As is true for a lot of Shakespeare’s comedies, Merry Wives involves a lot of trickery and mixed-up romances. It also involves a popular character from some of the Bard’s history plays that he brought back, Sir John Falstaff, played here by Carl Overly, Jr. The swaggering, party-loving Falstaff has made the mistake here of trying to woo two women at once–Mrs. Page (Michelle Hand) and Mrs. Ford (Christina Yancy)–who are too clever for his own good. Upon discovering that Falstaff has sent the same letter to both of them, the two women set out to play a trick on the knight that involves a lot of hilarious hijinks. Meanwhile, the jealous Mr. Ford (Joel Moses) sets out to expose his wife’s supposed treachery by disguising himself and asking Falstaff for “help”, and the Pages’ daughter Anne (Rae Davis) deals with a trio of varying suitors all played by Mitchell Henry-Eagles, with expected mix-ups and hilarity ensuing in that plot, as well. 

The sitcom structure works well here, with a fun soundtrack provided for the transition scenes, and a host of 90’s pop-culture references thrown in for good measure. The cast is excellent, with great enthusiasm and comic timing, and a whimsical production design by Laura Skroska with clever costumes by Kayla Lindsey. The approximately 90-minute runtime is a bit long for a sitcom, and, and it might have benefited from a little bit of trimming. Still, the whole cast and crew manage to keep up the spirit of the show throughout. Overly, as the only cast member who doesn’t play multiple roles, is an energetic Falstaff, and the rest of the players are commendable in their sheer versatility. 

I love the TourCo shows because they are so accessible. It’s not just free Shakespeare, like the headline shows in Forest Park each year. These are shows that go to various different venues throughout the region. I saw Merry Wives in Tower Grove Park, and if you look at STLSF’s website, you will find the schedule and locations for the rest of the run. It’s more than worth checking out. Even with its slightly long runtime for a show of this format, it’s a lively, fun production that’s easy to enjoy, especially for fans of 1990’s sitcoms and pop culture. 


Rae Davis, Mitchell Henry-Eagles, Joel Moses
Photo by Phillip Hamer Photgraphy
St. Louis Shakespeare Festival

St. Louis Shakespeare Festival’s TourCo is presenting Merry Wives in various locations until August 29. 2023

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Twelfth Night
by William Shakespeare
Directed by Lisa Portes
St. Louis Shakespeare Festival
June 2, 2023

Clave Sol (band) led by Philip Gomez, Esteban Andres Cruz, Cassidy Flynn, Alisha Espinoza, Ricki Franklin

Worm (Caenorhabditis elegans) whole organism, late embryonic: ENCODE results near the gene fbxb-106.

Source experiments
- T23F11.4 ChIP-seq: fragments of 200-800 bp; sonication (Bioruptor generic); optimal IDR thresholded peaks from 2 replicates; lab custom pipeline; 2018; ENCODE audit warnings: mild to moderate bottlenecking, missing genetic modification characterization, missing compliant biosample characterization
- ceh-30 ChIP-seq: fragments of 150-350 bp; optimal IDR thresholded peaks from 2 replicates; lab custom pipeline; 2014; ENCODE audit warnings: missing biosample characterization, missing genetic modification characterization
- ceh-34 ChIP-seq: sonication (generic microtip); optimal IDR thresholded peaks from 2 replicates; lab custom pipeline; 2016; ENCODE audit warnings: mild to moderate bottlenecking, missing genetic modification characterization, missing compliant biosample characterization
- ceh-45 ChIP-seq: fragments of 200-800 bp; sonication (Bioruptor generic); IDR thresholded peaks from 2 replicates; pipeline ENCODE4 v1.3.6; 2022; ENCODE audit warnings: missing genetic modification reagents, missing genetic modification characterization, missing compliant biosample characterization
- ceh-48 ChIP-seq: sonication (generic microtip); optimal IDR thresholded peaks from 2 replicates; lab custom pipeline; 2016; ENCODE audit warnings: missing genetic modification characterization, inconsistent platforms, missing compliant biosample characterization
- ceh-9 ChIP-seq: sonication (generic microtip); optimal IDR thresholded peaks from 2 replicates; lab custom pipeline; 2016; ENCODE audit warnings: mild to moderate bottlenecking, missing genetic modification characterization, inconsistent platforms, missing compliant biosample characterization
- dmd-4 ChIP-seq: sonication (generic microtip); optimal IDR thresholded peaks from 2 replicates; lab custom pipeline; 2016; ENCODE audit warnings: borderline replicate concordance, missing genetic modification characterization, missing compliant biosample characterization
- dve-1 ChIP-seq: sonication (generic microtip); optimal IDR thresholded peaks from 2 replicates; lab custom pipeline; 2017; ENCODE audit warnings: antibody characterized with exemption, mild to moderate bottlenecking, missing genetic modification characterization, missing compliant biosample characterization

Photo by Phillip Hamer Photography
St. Louis Shakespeare Festival

I’ve said it before, and I’ll say it again–I love how versatile Shakespeare’s plays are in terms of staging. Their being in the public domain gives directors much freedom in terms of how to present the plays, and while I’ve seen many great stagings that are more on the “traditional” side, I love modern dress presentations and re-imaginings, because I think that these versions can do a lot to help modern audiences relate to Shakespeare’s stories and characters, as well as bringing the meaning of his dialogue to life in a fresh, contemporary way. St. Louis Shakespeare Festivals latest production of the comedy Twelfth Night in Forest Park is an excellent example of how this more modern approach can work so remarkably well. 

The whole vibe of this piece is fantastic. The traditional setting has given way to a modern Miami-inspired look and feel, with lots of excellent Latin music arranged by music director and sound designer David R. Molina and played by the terrific onstage band, Clave Sol, led by Phil Gomez. Also featured are the excellent vocals of Esteban Andres Cruz, who plays Feste, the “fool” who is more of a minstrel, really. The story is the familiar one, of a shipwreck that separates twins Viola (Gabriela Saker) and Sebastian (Avi Roque) and the mixed-up romances involving Duke Orsino (Felipe Carrasco) and Olivia (Jasmine Cheri Rush); along with more hijinks in the form of the plotting by Olivia’s hard-partying cousin Toby, called Dame Toby here (Ricki Franklin), along another would-be suitor of Olivia’s, Sir Andrew Aguecheek (Cassidy Flynn), and Olivia’s assistant Maria (Alisha Espinosa), who play a trick on Olivia’s stuffy security man Malvolio (Ryan Garbayo). The comedy is fast-paced and fun, and the setting, based in the largely Cuban-American culture of Miami, works especially well here.